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Bailey dons cape, saves the day

Walk-on kicker walks into Longhorn lore.

Sunday, October 22, 2006

LINCOLN, Neb. — According to his very brief bio in the Texas football media guide, Ryan Bailey's favorite superhero is Superman.

Of course.

Dave Weaver

Ryan Bailey watches his game-winning kick ring true on Saturday. His first collegiate field goal provided a win over Nebraska.

ati Harnik

Texas' Ryan Bailey, right, sends the game-winner over Nebraska defenders in the closing seconds.

Who else would an anonymous place-kicker revere but a comic-book hero of mythical proportions who routinely saved the world?

Texas found its own savior buried on a depth chart. And the backup, backup kicker responded with a game-winning, 22-yard field goal in the closing seconds to snatch victory from Nebraska's hopeful hearts and resuscitate the prospects for another Longhorns championship season.

Careful, Ryan Bailey, your cape is showing.

For that matter, so is Texas' magic.

The football program that gave you Dusty Mangum and David Pino of Rose Bowl fame now presents an unflappable, sophomore walk-on who had never set foot on a college field and never booted a winning field goal in high school.

He'd kicked only 10 field goals in his career at Austin's Anderson High. His first in college promises to be a slightly memorable one.

With the wind and snow flurries in his face and most of the 85,187 fans screaming in his ear, Bailey kicked his way into the Longhorn history books.

"It took Dusty Mangum four years to be a hero," Texas coach Mack Brown told Bailey before the kick, referencing the senior who kicked a 37-yard field goal to beat Michigan on the last play of the 2005 Rose Bowl. "You're going to be one with one kick. You're lucky."

Bailey and the Longhorns were better than lucky. They were good enough to hang on with a determined comeback in the final minute for a wild, 22-20 victory over feisty, 17th-ranked Nebraska.

This was a game fifth-ranked Texas had no business losing but very nearly did, as Nebraska almost big-played the Longhorns to death. The Cornhuskers couldn't run as far as their noses, averaging 1.6 yards a carry, but each Big Red pass netted a hair under 19 yards a completion, in one of the most frenetic games these eyes have seen.

However, Texas still had the necessary kicker and karma against the Cornhuskers, who had better bring a stake and a hammer the next time they oppose the Horns.

Texas had red-zone meltdowns, but the Big Red had the final collapse. Comeback king Vince Young was in the house, but Colt McCoy was in the huddle. And Young's successor continued to amaze with pinpoint passing and a resolute spirit that is stamping him as every bit the wizard as the former Longhorn quarterback.

The college football world is getting to know this talented redshirt freshman leader, who is 3-0 in comeback games after taking the Texas offense downfield for the stirring win.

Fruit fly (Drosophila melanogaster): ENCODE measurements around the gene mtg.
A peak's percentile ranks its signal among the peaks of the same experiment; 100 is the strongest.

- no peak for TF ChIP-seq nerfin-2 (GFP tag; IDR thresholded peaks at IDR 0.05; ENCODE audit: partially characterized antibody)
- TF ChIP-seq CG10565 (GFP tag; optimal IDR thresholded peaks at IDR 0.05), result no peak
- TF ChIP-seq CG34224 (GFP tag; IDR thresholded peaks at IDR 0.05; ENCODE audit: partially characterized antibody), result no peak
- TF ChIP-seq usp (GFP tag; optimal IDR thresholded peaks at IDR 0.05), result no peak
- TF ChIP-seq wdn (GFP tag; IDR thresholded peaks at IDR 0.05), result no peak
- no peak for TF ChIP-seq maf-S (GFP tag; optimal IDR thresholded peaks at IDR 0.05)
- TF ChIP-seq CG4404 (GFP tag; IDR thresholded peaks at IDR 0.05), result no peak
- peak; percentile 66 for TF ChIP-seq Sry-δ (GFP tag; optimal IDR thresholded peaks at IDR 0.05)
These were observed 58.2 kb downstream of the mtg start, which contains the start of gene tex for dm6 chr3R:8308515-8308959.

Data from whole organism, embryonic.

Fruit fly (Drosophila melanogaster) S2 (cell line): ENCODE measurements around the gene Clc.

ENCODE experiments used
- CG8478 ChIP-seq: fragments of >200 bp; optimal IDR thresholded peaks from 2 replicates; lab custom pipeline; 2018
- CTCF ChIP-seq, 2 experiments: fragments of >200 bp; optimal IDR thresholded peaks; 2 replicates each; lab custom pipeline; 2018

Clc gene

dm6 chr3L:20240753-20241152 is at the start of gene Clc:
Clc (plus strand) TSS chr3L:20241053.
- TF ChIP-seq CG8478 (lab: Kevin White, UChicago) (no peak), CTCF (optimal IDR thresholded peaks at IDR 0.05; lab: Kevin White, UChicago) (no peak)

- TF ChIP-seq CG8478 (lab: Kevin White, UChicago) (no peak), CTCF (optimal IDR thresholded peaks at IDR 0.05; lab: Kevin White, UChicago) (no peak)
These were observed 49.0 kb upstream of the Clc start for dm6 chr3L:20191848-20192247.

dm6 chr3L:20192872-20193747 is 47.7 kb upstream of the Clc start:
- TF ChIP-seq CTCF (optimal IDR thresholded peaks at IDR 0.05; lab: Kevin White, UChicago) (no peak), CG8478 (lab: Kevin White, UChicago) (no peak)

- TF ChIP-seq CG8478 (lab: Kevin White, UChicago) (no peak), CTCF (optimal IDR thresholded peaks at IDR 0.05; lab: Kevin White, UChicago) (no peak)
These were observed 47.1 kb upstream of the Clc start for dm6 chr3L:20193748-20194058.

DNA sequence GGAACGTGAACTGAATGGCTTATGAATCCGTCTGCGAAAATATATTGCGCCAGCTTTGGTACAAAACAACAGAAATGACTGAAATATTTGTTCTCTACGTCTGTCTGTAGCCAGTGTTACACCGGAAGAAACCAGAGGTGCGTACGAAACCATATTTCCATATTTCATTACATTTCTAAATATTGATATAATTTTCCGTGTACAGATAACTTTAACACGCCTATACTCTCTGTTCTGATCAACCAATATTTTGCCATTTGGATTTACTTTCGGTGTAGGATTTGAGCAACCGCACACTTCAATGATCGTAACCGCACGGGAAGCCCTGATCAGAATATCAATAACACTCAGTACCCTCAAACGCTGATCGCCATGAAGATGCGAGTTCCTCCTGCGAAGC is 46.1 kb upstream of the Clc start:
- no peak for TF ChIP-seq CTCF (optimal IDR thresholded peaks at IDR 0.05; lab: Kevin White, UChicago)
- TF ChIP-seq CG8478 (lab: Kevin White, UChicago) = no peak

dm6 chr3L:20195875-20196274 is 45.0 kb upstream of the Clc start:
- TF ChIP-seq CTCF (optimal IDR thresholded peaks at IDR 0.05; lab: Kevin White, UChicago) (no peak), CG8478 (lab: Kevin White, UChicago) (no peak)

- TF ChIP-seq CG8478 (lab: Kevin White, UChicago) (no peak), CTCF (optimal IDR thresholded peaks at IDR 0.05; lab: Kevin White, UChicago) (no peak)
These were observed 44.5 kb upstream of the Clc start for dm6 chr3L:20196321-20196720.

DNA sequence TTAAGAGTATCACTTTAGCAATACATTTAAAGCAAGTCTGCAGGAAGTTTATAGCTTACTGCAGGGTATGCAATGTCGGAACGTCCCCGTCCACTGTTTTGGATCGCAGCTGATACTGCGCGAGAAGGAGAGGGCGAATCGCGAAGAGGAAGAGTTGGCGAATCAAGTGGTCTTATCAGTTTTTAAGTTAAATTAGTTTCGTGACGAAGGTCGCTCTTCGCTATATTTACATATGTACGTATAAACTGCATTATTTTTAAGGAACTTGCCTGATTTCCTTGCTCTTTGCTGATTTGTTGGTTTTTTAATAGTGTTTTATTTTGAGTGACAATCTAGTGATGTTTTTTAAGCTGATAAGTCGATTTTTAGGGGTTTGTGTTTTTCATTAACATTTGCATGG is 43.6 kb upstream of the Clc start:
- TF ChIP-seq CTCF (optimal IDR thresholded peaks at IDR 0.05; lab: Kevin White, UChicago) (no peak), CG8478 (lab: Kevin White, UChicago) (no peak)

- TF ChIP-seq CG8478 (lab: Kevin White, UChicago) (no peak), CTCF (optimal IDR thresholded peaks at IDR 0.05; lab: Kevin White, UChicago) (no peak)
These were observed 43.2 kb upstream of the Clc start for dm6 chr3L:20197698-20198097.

Bailey brought a new character into this potential storybook season. He replaced the injured and ineffective Greg Johnson, who missed two field goals and an extra point, at least in part because of a pulled groin.

Enter a 19-year-old who played wide receiver and cornerback, punted and kicked at Anderson. The surprising fact isn't that his biography is so brief. It's that he even had one.

Here's the real kicker to the story: when asked if Bailey was on the team last season, Brown winced and said, "I don't know."

Everybody now knows the tall, dark-haired advertising major.

Bailey had talked to some Division III schools, such as Mary Hardin-Baylor, but came to Texas as "a preferred walk-on" after sending a tape to Longhorn special-teams coordinator Mike Tolleson.

In case Bailey doesn't have a Myspace page, you should know he kicked six of seven field goals as a senior at Anderson. His longest was 47 yards. He loves watching "Family Guy" on TV. His parents weren't at the game, and he hadn't talked to a soul from home although his cell phone "has been buzzing in my pocket."

His teammates said they knew Bailey, but that's about the extent of it.

"I could pick him out of a lineup," offensive guard Justin Blalock said. "I don't think you're going to hear anyone say they hang out with kickers."

Maybe before Saturday. For the record, Bailey doesn't have a girlfriend, but defensive end Tim Crowder said, "He can choose now."

And who could blame Brown for not knowing that Bailey was on the team last season. Bailey is one of 10 kickers on the roster and was making just his second road trip.

"I was along for the ride," he said.

He was until Johnson pulled up lame.

Brown has never been fond of recruiting scholarship kickers. He's had only five in his nine seasons at Texas. Three of them were in Lincoln. Freshman Hunter Lawrence lost his redshirt last week and is handling kickoffs. Johnson was handling punts and place-kicking until his injury. The other, Trevor Gerland, punted once.

In all, Texas suited up five kickers Saturday, a curious number given the traveling squad is limited to 64 players. But Brown had considered using the reliable Bailey last week against Baylor before Johnson felt up to the task, and the coach was fully confident Bailey would nail the game-winner.

As Brown said with a wry smile, "He's never missed."

A Superman never does.

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